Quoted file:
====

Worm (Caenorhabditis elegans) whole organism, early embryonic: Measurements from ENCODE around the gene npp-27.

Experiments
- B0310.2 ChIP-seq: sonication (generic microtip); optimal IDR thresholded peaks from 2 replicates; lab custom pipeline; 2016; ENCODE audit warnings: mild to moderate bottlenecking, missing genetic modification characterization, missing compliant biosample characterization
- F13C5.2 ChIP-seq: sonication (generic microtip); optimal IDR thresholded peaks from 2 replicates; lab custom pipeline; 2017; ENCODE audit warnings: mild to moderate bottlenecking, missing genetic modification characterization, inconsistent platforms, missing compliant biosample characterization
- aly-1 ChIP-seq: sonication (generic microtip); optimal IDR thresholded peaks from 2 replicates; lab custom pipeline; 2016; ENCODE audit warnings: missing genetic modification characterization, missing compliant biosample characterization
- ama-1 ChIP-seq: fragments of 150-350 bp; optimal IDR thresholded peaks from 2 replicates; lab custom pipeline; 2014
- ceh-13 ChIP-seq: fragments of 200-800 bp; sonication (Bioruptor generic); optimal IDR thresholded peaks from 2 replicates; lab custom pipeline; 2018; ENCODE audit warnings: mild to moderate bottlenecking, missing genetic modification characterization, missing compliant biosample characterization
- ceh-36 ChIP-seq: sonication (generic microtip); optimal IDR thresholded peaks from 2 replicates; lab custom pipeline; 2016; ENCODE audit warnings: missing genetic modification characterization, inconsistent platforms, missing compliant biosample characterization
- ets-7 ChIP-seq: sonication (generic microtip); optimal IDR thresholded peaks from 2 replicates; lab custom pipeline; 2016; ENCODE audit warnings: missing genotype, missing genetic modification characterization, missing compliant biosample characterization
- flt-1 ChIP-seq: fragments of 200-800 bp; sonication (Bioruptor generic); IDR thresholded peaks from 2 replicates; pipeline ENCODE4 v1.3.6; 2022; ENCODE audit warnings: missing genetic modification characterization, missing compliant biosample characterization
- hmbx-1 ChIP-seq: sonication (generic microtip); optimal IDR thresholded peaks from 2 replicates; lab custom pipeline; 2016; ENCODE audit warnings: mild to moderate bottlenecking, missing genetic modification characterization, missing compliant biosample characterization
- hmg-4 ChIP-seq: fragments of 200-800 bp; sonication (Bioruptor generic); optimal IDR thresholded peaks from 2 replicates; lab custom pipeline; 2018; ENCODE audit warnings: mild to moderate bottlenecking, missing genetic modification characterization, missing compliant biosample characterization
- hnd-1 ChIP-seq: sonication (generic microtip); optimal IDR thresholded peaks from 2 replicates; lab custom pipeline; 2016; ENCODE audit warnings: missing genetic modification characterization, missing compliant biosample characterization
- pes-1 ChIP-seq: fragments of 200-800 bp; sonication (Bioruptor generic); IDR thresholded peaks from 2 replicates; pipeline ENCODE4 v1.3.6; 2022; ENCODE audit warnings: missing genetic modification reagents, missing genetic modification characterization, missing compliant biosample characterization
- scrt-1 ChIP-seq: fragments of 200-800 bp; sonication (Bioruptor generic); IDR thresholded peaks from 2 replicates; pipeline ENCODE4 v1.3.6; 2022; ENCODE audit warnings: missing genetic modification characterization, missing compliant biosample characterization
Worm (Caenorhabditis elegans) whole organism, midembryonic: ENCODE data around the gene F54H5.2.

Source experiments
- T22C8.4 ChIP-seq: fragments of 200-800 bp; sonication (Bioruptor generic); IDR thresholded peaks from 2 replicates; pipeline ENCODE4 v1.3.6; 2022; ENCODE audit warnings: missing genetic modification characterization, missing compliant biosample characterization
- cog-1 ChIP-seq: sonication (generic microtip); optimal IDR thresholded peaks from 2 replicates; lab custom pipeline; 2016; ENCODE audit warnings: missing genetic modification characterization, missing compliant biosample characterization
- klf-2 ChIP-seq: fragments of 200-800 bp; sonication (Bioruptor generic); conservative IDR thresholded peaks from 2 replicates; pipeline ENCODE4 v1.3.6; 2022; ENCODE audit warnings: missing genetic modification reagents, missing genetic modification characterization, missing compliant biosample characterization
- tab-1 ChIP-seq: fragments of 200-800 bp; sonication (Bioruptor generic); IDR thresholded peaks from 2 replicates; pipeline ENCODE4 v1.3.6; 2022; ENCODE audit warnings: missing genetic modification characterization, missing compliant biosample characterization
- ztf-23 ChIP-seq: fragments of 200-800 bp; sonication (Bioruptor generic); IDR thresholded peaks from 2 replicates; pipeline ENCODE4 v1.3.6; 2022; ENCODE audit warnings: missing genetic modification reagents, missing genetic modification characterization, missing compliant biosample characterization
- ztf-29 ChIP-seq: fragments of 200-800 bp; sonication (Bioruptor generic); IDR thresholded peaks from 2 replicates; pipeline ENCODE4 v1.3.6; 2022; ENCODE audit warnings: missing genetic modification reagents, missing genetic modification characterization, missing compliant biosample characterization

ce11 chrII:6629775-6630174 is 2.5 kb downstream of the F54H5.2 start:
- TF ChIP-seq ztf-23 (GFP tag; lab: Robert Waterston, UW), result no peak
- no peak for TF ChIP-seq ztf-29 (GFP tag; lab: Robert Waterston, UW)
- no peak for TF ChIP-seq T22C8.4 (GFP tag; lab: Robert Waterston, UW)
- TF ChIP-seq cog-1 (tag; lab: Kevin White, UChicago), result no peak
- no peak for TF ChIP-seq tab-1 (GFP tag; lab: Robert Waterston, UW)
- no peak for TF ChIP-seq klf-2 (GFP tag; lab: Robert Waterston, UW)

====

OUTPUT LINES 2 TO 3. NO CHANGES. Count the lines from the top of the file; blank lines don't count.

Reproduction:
Experiments
- B0310.2 ChIP-seq: sonication (generic microtip); optimal IDR thresholded peaks from 2 replicates; lab custom pipeline; 2016; ENCODE audit warnings: mild to moderate bottlenecking, missing genetic modification characterization, missing compliant biosample characterization